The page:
146. @jcain:

    “In my experience, salespeople at BMW/Mercedes/Audi/etc. dealerships are a lot more attentive and knowledgeable than at lower-end car dealerships.”

    Not in my experience. I enjoy sitting in the Audi dealership and listening to the shit they spew and laugh silently. One salesman told a lady the VW has a superior rear suspension over the Audi.

    And on a side note, this same dealership denied me a test drive of a A6 4.2 while I was getting my ’02 Passat ECM reflashed. He said something about the manager gets nervous having such “expensive” cars taken out. So the salesman took me on a magical carpet ride with him in a car that had a fucked up front end shudder(known audi issue that can’t seem to be solved). Pretty embarrasing when you’re driving 60 and it feels like the enterprise shaking itself apart at warp speed.

    And he had the balls to say some “older” gentleman was coming back to possibly buy it. 2 weeks later it was still sitting on the lot.

    Few months later I rolled in driving a A6 2.7T. Needless to say that dealership lost my business forever. I drive 50 miles out of my way to goto the Porsche/Audi dealership for parts or maint. And needless to say, this car is much more fun over the 4.2.

  147. GearheadGeek says:

    @mentir: For those of us who aren’t specifically BMW enthusiasts, you mean? Because those of us who are driving/automotive enthusiasts for the most part think the 1series is overweight for its size and has very little to offer over the 3series. It’s not a particular bargain, has very similar power-to-weight as the 3series, and people who don’t know any better are lining up to buy them… sounds like a good case for opting for a 3series to me.

  148. ClayS says:

    @TechnoDestructo:
    Lol, that was good.

  149. bozoerrebbe says:

    It appears that this isn’t the only less than stellar BMW dealer. BMW of Lincoln Nebraska put a M3 up on eBay with an opening bid of $60K. During the auction, they changed the Buy It Now price at least twice. When someone successfully won the auction at the opening bid price, the dealer refused to complete the transaction because the price was “a mistake”, and then told the bidder that they were a “billion dollar company” so eBay would listen to them, not the bidder.

    Apparently, BMW of Lincoln thinks it’s good business to renege on a deal and then get portrayed around the world on the internet as chiseling slimebuckets.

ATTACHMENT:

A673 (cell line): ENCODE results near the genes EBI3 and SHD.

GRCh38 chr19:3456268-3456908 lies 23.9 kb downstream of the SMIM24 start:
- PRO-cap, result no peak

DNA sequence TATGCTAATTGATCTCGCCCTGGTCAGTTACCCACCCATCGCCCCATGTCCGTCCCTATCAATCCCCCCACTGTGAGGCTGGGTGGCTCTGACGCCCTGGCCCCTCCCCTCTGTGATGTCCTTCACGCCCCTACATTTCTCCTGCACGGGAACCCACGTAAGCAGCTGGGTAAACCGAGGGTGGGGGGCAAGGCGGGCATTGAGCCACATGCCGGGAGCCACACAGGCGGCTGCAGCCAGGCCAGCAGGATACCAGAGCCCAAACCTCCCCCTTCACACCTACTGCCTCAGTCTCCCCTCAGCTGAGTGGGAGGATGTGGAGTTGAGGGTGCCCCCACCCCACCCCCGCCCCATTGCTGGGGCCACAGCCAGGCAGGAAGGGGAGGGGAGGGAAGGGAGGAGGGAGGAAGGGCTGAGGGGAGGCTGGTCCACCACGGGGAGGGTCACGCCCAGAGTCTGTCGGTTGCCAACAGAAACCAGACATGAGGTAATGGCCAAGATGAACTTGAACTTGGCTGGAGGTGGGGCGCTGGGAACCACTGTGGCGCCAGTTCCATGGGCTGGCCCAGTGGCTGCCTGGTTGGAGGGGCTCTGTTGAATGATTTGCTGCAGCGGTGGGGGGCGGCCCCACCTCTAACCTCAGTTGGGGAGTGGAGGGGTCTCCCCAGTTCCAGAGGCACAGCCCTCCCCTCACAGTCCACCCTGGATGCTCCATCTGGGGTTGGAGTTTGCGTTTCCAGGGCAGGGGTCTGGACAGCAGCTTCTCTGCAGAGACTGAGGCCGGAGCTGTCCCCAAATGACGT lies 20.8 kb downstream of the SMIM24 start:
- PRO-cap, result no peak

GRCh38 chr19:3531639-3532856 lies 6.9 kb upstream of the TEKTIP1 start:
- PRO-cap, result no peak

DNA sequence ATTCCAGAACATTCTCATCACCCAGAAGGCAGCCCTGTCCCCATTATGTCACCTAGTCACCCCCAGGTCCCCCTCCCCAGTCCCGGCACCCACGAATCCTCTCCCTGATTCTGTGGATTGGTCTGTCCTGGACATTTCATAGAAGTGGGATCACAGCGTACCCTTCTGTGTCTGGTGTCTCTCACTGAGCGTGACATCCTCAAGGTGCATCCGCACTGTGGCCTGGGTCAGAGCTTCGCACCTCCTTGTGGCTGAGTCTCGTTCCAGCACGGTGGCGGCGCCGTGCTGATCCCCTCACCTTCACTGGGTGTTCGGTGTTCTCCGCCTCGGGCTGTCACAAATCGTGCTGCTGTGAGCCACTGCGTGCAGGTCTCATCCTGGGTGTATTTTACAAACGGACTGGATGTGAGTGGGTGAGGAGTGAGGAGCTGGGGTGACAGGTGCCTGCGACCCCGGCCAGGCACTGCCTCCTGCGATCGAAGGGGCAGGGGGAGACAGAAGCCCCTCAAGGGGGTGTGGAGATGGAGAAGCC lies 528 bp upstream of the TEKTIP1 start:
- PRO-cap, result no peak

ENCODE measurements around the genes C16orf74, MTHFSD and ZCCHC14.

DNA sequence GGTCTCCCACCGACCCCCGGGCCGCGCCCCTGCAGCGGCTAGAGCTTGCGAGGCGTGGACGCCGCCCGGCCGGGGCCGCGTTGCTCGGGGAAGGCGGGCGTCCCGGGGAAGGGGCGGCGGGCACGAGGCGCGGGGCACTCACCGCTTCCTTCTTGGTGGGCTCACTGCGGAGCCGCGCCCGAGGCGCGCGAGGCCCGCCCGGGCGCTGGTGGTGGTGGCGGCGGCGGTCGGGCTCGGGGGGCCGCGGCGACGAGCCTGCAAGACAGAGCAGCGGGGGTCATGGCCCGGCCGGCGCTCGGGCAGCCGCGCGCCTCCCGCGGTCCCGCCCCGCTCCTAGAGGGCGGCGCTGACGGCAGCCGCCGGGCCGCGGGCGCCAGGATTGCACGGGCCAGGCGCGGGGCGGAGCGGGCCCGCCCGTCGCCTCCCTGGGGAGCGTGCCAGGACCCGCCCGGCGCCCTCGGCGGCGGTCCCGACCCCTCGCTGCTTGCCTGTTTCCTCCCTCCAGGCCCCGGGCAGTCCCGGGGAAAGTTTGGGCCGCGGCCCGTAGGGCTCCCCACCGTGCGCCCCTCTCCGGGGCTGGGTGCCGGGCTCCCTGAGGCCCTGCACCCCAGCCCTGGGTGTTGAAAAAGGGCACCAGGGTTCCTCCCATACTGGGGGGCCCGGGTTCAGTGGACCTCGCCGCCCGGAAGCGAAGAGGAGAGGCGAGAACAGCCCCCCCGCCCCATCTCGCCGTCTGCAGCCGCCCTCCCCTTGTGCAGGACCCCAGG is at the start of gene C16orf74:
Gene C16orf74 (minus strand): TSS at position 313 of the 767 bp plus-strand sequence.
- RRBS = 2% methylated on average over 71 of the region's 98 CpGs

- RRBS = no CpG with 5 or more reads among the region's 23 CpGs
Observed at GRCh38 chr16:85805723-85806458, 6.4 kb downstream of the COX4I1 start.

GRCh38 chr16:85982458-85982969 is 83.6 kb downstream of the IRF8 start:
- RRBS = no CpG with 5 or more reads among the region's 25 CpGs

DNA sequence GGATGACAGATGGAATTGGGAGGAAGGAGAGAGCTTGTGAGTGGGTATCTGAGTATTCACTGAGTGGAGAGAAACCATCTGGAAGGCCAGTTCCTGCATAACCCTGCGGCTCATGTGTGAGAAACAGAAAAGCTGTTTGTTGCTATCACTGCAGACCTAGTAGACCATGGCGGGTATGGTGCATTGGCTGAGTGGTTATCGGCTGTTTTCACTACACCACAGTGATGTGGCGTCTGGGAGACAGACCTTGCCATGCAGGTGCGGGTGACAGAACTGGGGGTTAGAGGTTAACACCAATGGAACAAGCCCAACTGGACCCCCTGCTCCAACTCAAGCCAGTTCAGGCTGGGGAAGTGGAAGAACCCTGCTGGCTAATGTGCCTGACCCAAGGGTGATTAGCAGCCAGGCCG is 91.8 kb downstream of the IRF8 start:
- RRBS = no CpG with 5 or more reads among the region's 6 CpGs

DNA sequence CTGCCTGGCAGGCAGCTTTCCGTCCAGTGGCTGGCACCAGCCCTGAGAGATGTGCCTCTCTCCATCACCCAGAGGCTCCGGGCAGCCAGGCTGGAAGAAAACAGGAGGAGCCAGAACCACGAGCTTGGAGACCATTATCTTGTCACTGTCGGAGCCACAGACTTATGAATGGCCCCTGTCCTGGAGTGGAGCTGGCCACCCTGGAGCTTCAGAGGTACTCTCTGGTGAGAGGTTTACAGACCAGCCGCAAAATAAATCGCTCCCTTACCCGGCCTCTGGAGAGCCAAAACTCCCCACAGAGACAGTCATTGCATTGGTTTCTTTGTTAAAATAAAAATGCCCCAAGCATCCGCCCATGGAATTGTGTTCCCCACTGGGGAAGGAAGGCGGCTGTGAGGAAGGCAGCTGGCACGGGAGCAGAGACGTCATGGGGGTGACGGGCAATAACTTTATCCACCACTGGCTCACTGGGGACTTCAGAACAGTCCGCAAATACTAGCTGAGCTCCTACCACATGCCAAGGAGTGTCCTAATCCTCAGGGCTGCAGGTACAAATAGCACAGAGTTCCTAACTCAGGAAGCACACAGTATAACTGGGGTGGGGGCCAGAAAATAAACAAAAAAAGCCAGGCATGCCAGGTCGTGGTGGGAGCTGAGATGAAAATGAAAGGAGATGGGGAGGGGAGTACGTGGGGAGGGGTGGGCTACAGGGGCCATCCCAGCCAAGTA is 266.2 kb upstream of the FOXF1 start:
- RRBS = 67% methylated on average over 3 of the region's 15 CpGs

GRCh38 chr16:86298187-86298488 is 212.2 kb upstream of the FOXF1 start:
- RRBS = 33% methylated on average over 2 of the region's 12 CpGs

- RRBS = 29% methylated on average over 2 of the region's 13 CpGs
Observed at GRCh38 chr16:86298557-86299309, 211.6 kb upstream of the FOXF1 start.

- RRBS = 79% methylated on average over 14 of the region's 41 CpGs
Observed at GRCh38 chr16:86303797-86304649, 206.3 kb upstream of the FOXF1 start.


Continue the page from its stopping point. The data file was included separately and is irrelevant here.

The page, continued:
Here’s the story courtesy of the bidder:
    [www.m3post.com]

  150. bozoerrebbe says:

    Also, I used to drive a 20 year old Jaguar XJ. The paint was completely sunbleached and the car looked well used. It was a decent runner, having been bought from the son of the president of the Jaguar Club of North America, but it was not in the best cosmetic shape.

    At the NAIAS in Detroit, the local dealers sometimes have reps at the auto show, and during the press preview I mentioned to one of the guys from Jaguar of Troy (I think it used to be owned by the Falvey family) how impressed I was with the customer relations at their dealership, that I’d drive up in a beat up car, wearing work clothes, and they’d treat me respect. He told me that once a couple of Chaldean guys came in with their elderly mom. The guys were not dressed particularly well and proceeded to buy mama a Vanden Plas XJ for about $80K in cash. He said that in his business he can’t afford to make prejudgments about customers’ ability to pay.

  151. LJKelley says:

    I will have to say that BMW Dealerships in general are to smug. Before my current car I had a Mini which was bought from Global Imports Atlanta a BMW/Mini dealership. While the sales was decent, all future (free included service) was a real pain since I had a Mini not a BMW and those people deserved to be put first despite me always booking exact appointments, not getting a curtesy car and wanting a quick turn around for an oil change and expressing this.

    Needless to say the attitude has made me not consider BMW or products again. I now have a Mercedes and have been treated much better as is my friend as well who always test drives wearing T-shirts and shorts.

  152. parad0x360 says:

    My point wasnt that he didnt get proper service. My point is there was no reason to give us that extra information. With the extra information he just sounds like he is bragging. Who cares if his son drives a bmw? Who cares about his credit?

    Knowing he has good credit doesnt effect the situation as the dealer didnt know his credit. if they had run it and still refused a test drive then fine mention but to me the way it was posted just stinks of the guy bragging about how well off he is.

  153. elephantattack says: